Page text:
The Columbia Police Department has come under scrutiny for a claim Police Chief Ken Burton made during the July 19 City Council Meeting. Burton stated that he believed the Columbia Police Department did not racially profile its citizens.
Burton’s comment was challenged both by some council members and citizens at the meeting, including members of the group Race Matters, Friends, a group of organizers and activists working towards racial equity in Columbia.
“So the conversation became about the attorney general’s report on vehicle stop reports because that showed
a clear pattern of disparity,” Race Matters, Friends member Rachel Taylor said, “and so for us, when the Chief of Police said racial profiling doesn’t exist, we said, well, clearly something is happening, here’s the data, and then they agreed that we could analyze the data more.”
Taylor says one of its members Tara Warne-Griggs, offered to analyze the stop report data and the department agreed.
A little over a week after the city council meeting, Chief Burton met with Race Matters, Friends to discuss implicit biases and racial profiling on July 26.
According to minutes of the meeting documented by Race Matters, Friends, Burton stated that in his heart, he believed that racial profiling did occur at the CPD and that it should be stopped. Burton did not respond to requests for an interview for this story or for requests to confirm or clarify the notes from the July 26 meeting.
But, according to the meeting minutes, Burton also said there isn’t actually enough data to prove profiling does happen in the CPD, and the department rarely receives internal complaints about racial profiling.
KBIA decided to investigate the second claim. KBIA looked into all 40 complaints to the police department between March and mid-September. Three of those 40 complaints alleged police officers engaged in either racial profiling or adhered to stereotypes about black residents.
According to Internal Affairs Sgt. Brian Tate, each complaint filed to the police goes through the same process once the department receives it.
“When the complaints are taken in and we determine that the officer they’re alleging misconduct on an officer, we enter it into our software system, we have a tracking software system indicating that is an active case. The officer is notified of the complaint regarding what policies they are being investigated for,” Tate said.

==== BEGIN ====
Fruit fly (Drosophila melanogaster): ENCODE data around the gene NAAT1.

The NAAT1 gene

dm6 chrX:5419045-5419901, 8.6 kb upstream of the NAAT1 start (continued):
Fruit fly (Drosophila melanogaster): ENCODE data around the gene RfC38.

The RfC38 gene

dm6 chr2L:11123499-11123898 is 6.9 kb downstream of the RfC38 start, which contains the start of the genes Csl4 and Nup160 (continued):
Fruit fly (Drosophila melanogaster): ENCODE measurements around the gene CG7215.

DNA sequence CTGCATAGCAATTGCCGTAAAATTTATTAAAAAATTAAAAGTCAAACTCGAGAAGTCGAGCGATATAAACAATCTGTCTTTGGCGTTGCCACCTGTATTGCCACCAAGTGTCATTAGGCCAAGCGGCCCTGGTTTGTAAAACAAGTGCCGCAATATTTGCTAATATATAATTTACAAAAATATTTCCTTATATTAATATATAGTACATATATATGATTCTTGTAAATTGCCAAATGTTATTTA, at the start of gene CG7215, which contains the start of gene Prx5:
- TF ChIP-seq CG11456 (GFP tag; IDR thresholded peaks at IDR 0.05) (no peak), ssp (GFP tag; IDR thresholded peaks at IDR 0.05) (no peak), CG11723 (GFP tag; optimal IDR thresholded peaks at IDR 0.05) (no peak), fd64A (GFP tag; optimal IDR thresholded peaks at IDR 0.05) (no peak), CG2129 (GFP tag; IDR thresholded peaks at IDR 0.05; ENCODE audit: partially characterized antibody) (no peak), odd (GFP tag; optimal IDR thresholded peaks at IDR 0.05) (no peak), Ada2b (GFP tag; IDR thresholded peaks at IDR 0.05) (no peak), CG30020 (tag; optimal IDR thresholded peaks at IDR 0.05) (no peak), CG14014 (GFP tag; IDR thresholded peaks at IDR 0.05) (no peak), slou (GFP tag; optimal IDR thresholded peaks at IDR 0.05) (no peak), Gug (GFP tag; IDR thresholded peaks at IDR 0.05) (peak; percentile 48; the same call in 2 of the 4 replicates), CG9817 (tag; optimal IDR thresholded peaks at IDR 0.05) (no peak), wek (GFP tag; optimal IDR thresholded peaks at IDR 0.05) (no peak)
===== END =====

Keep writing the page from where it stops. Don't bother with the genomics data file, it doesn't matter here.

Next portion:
After the complaint is investigated, the investigation goes through the chain of command, with the Chief of Police deciding on disciplinary actions if the officer is found guilty. The outline for this procedure is found in the city ordinance.
Of the three complaints found, two of the complaints were determined to be unfounded, or not verified. The events described in the third complaint, a speeding violation, were proven to be true. However, the officer was exonerated because it was determined that his actions were within the law and that he did not profile the resident that filed the complaint.
One of Race Matters, Friends’ goals for the CPD is an expansion of its community outreach program. Currently, six officers and one sergeant maintain the program. Sgt. Michael Hestir heads the program. He also teaches fair and impartial police training sessions.
“What we’ve done with fair and impartial policing is try to present the officers the science of human bias because our police officers are human beings so they can recognize it in themselves or in other people that they deal with and make sure that they’re making decisions based on the law, the circumstances and policy, rather than implicit bias they may not have previously recognized,” Hestir said.
Hestir would also like to expand the community outreach program to the entire department. However, that requires funding, and the CPD doesn’t have the funds to expand the program.
“Currently our patrol officers, who work very hard, they’re just going call to call. There’s no time to really dig down and invest and with more funds, more personnel, that’s where I would invest those additional funds,” Hestir said.
Traci Wilson-Kleekamp, the president of Race Matters, Friends believes that a city-wide community policing policy and a fully staffed police department would help diminish racial profiling. She also believes cultural competency training is also necessary for the department.
“I don’t want anyone to think that because we want culturally competent cops, because we want there to not be disparities in arrests that we’re against the police. We have to stop that kind of nonsense talk. We want to have a 21st century police department,” Wilson-Kleekamp said.